Chapter 2: Why your grief may be different


I've been there
Jennifer speaks about the death of her son Robby. (3:22)Video transcript
Andy and Donna speak about their son Brian who died using substances. (3:22)Video transcript
Dana shares about the substance-related deaths of her mother and of her brother (3:22)Video transcript
Margo shares about the death of her sister, Emily. (3:22)Video transcript

There were years of dealing with the stigma and fighting for my brother, and hoping and then having my hopes dashed, over and over. By the time he died, there were layers of grief under that loss.

My sister and I were so close, she was just a year older than me. She loved her kids so much and it feels unfair that she’s not here to see them grow up. I try to share stories about her with them so that they remember her and know how much they are loved.

After any death, your grief will be influenced by the relationship you had with the person who died and with the role you had in their life, as well as the role they had in yours. They may have been your spouse, child, sibling, parent, aunt, uncle, cousin, friend, or co-worker.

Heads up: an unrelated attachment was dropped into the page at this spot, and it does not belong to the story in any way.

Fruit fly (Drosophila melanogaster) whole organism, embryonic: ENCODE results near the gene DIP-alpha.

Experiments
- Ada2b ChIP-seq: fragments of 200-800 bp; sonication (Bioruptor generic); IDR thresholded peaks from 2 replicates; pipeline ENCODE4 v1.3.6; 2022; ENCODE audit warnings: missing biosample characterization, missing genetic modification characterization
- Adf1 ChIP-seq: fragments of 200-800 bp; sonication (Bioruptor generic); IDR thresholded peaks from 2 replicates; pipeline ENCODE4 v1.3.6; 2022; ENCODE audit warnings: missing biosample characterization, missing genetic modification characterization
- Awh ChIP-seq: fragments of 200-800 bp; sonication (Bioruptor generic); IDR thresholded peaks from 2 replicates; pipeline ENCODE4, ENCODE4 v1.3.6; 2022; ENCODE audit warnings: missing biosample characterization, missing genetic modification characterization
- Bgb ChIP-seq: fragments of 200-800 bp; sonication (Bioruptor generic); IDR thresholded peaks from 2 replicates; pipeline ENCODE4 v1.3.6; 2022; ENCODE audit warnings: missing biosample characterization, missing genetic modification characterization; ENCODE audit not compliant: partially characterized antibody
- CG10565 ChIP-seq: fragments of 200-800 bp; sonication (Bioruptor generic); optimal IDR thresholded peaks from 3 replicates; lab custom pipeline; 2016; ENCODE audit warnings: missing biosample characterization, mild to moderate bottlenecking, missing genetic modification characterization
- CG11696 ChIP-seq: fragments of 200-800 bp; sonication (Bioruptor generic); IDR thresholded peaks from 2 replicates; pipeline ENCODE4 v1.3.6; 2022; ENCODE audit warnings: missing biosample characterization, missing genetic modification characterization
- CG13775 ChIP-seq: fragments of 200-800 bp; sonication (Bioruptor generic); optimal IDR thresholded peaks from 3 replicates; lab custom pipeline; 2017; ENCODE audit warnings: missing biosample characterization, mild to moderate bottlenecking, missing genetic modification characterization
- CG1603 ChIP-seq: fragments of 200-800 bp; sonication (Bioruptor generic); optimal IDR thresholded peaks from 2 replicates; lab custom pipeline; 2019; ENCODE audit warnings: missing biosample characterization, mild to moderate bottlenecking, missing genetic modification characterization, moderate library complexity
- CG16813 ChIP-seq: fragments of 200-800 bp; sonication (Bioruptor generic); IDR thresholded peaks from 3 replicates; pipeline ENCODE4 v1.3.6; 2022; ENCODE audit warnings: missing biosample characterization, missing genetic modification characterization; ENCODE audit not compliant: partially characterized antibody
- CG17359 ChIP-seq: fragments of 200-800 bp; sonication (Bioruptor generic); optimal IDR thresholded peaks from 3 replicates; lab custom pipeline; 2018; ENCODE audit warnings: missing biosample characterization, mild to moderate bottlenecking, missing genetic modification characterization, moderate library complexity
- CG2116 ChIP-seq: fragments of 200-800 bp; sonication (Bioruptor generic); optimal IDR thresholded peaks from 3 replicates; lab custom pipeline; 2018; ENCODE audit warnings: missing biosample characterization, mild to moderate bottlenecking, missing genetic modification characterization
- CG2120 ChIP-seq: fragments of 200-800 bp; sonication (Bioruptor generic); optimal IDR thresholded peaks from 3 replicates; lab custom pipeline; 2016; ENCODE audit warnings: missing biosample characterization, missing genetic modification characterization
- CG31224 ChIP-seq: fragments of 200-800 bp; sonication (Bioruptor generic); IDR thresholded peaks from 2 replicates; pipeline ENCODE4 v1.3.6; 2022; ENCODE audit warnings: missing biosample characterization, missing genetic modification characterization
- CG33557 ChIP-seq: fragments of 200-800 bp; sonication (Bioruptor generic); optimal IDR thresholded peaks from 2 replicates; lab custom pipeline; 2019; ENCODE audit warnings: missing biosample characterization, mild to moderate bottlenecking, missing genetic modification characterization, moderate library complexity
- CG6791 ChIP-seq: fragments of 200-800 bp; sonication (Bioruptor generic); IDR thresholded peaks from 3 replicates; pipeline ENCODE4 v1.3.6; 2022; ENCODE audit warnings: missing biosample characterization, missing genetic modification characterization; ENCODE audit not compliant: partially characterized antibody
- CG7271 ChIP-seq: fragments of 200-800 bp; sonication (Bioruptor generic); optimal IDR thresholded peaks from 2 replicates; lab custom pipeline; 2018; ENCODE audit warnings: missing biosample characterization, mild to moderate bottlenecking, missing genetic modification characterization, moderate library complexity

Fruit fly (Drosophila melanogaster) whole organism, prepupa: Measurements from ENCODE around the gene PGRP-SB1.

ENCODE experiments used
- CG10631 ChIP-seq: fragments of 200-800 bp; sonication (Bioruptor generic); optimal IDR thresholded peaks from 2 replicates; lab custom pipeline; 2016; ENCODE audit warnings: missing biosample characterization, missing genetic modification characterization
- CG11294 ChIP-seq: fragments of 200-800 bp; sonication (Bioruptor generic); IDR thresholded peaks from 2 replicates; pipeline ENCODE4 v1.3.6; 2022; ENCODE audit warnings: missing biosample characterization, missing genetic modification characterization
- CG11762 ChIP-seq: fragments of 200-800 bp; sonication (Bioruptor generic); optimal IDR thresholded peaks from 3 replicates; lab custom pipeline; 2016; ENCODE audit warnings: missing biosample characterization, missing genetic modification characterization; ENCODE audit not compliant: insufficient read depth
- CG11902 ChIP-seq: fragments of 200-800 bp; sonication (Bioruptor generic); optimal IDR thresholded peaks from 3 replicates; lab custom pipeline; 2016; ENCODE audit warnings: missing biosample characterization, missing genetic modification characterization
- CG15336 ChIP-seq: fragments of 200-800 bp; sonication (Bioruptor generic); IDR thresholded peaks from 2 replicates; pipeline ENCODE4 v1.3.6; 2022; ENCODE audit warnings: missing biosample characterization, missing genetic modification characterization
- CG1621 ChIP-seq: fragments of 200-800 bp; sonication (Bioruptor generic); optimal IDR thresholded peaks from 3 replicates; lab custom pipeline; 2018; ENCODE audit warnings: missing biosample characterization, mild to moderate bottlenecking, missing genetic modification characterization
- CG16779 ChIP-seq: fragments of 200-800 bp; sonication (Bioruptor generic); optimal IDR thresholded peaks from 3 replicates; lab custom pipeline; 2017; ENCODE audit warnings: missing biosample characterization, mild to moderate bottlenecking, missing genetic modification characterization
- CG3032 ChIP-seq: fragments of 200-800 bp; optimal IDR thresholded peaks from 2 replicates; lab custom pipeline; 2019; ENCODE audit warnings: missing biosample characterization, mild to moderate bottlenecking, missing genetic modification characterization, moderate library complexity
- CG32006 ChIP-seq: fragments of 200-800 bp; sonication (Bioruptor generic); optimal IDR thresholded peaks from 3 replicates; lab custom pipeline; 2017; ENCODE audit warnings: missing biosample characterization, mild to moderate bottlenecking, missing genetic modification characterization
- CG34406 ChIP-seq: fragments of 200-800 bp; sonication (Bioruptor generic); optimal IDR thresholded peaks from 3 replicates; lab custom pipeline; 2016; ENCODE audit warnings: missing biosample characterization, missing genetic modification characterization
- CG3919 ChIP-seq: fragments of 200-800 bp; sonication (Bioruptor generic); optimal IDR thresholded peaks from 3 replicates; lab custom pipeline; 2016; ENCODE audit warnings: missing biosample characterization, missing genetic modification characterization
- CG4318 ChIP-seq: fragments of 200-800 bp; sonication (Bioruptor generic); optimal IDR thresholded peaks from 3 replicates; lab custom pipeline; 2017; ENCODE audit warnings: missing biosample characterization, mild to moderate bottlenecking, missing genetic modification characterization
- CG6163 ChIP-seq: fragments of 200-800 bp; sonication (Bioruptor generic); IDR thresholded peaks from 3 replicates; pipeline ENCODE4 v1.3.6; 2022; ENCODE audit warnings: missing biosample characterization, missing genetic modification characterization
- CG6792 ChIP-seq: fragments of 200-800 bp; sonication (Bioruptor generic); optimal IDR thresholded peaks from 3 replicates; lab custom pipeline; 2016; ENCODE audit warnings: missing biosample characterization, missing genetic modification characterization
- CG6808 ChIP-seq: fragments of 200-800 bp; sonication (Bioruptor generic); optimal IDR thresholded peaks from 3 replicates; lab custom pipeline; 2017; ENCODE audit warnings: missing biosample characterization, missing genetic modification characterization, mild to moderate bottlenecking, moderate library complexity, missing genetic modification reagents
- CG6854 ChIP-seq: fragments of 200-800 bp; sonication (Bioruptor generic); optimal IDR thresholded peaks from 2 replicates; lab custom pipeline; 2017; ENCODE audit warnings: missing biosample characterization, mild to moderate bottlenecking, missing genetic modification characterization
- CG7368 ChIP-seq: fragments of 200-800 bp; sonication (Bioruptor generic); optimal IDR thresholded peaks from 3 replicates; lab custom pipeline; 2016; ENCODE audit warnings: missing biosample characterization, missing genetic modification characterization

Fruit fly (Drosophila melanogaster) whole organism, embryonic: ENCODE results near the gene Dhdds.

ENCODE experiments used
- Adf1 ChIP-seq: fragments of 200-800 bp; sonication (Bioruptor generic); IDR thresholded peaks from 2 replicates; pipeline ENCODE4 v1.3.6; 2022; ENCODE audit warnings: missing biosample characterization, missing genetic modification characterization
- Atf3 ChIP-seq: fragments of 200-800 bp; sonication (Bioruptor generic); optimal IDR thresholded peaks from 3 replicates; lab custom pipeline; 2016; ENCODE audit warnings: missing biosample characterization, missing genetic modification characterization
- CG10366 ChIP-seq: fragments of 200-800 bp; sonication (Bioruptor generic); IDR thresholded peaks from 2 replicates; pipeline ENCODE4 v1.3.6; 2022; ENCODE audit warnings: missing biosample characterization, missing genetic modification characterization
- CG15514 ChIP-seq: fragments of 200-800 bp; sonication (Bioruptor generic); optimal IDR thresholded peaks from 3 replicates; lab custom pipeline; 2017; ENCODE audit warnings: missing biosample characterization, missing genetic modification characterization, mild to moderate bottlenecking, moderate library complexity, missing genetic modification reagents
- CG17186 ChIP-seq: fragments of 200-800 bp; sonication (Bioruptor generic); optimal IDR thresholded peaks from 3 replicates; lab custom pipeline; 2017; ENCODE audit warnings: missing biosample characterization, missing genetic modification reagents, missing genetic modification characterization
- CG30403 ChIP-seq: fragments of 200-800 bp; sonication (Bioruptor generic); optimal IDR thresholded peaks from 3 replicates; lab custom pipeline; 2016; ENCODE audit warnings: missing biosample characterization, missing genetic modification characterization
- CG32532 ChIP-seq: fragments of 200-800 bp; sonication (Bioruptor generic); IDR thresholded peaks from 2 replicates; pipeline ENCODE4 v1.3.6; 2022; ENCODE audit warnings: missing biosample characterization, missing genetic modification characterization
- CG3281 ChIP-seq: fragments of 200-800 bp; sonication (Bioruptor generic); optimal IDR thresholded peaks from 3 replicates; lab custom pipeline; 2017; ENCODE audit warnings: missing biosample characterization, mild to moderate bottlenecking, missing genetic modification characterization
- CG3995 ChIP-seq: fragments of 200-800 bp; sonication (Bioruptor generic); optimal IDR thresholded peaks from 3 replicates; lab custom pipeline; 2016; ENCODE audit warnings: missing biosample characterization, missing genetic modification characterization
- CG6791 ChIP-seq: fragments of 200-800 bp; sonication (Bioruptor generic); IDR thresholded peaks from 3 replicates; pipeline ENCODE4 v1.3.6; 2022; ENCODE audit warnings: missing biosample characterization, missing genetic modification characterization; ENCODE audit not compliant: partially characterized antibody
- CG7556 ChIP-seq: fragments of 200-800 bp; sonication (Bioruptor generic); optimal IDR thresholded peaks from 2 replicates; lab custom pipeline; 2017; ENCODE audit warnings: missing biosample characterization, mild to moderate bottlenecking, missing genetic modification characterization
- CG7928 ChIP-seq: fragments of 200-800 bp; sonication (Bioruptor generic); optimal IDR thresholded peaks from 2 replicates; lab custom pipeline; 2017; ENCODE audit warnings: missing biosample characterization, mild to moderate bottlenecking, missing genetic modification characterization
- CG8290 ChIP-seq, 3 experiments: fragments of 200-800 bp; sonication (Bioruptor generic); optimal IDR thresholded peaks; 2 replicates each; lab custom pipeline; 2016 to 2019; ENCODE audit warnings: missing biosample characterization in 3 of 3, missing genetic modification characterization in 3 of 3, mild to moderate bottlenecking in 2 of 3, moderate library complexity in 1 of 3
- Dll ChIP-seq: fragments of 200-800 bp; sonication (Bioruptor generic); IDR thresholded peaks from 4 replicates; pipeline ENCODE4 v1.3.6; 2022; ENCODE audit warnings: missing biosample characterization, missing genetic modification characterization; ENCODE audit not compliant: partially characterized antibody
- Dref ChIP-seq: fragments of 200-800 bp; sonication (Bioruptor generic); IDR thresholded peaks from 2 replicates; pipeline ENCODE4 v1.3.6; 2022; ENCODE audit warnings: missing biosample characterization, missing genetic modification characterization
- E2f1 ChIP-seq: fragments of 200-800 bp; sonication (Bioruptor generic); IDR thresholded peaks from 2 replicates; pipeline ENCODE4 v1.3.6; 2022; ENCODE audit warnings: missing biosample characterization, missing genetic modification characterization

They may have lived with you and been part of your daily life, or they may have been someone you rarely saw or who lived a great distance from you. You may or may not have known about their substance use. You may have spent a lot of time and energy trying to help them, or you may have distanced yourself from them out of frustration or a belief that your involvement wasn’t helpful.

This resource explores some of the complexities of grieving a substance-related death. Before the person died, you may have already experienced many losses and challenges, which you may be still grieving. Their death can intensify or bring new waves of grief.

The following sections describe some of the reasons your grief may feel different than grief you’ve experienced in the past, such as: